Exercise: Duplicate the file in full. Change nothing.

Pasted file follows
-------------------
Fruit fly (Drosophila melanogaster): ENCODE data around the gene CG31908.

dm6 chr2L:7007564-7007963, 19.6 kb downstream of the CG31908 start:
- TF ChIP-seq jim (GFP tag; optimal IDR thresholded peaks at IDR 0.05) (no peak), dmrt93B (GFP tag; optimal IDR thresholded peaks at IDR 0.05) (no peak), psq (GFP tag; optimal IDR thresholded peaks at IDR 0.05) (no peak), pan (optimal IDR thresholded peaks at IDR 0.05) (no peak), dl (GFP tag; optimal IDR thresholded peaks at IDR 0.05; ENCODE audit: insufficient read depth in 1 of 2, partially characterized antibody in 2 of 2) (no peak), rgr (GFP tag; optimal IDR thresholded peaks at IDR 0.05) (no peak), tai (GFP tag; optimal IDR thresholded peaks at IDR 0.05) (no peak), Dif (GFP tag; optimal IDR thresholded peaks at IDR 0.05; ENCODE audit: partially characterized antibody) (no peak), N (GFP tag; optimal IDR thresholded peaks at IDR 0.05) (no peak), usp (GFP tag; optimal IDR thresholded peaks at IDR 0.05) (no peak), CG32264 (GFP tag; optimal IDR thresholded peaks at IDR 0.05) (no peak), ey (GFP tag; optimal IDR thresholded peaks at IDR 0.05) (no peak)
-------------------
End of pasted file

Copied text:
Fruit fly (Drosophila melanogaster): ENCODE data around the gene CG31908.

dm6 chr2L:7007564-7007963, 19.6 kb downstream of the CG31908 start:
- TF ChIP-seq jim (GFP tag; optimal IDR thresholded peaks at IDR 0.05) (no peak), dmrt93B (GFP tag; optimal IDR thresholded peaks at IDR 0.05) (no peak), psq (GFP tag; optimal IDR thresholded peaks at IDR 0.05) (no peak), pan (optimal IDR thresholded peaks at IDR 0.05) (no peak), dl (GFP tag; optimal IDR thresholded peaks at IDR 0.05; ENCODE audit: insufficient read depth in 1 of 2, partially characterized antibody in 2 of 2) (no peak), rgr (GFP tag; optimal IDR thresholded peaks at IDR 0.05) (no peak), tai (GFP tag; optimal IDR thresholded peaks at IDR 0.05) (no peak), Dif (GFP tag; optimal IDR thresholded peaks at IDR 0.05; ENCODE audit: partially characterized antibody) (no peak), N (GFP tag; optimal IDR thresholded peaks at IDR 0.05) (no peak), usp (GFP tag; optimal IDR thresholded peaks at IDR 0.05) (no peak), CG32264 (GFP tag; optimal IDR thresholded peaks at IDR 0.05) (no peak), ey (GFP tag; optimal IDR thresholded peaks at IDR 0.05) (no peak)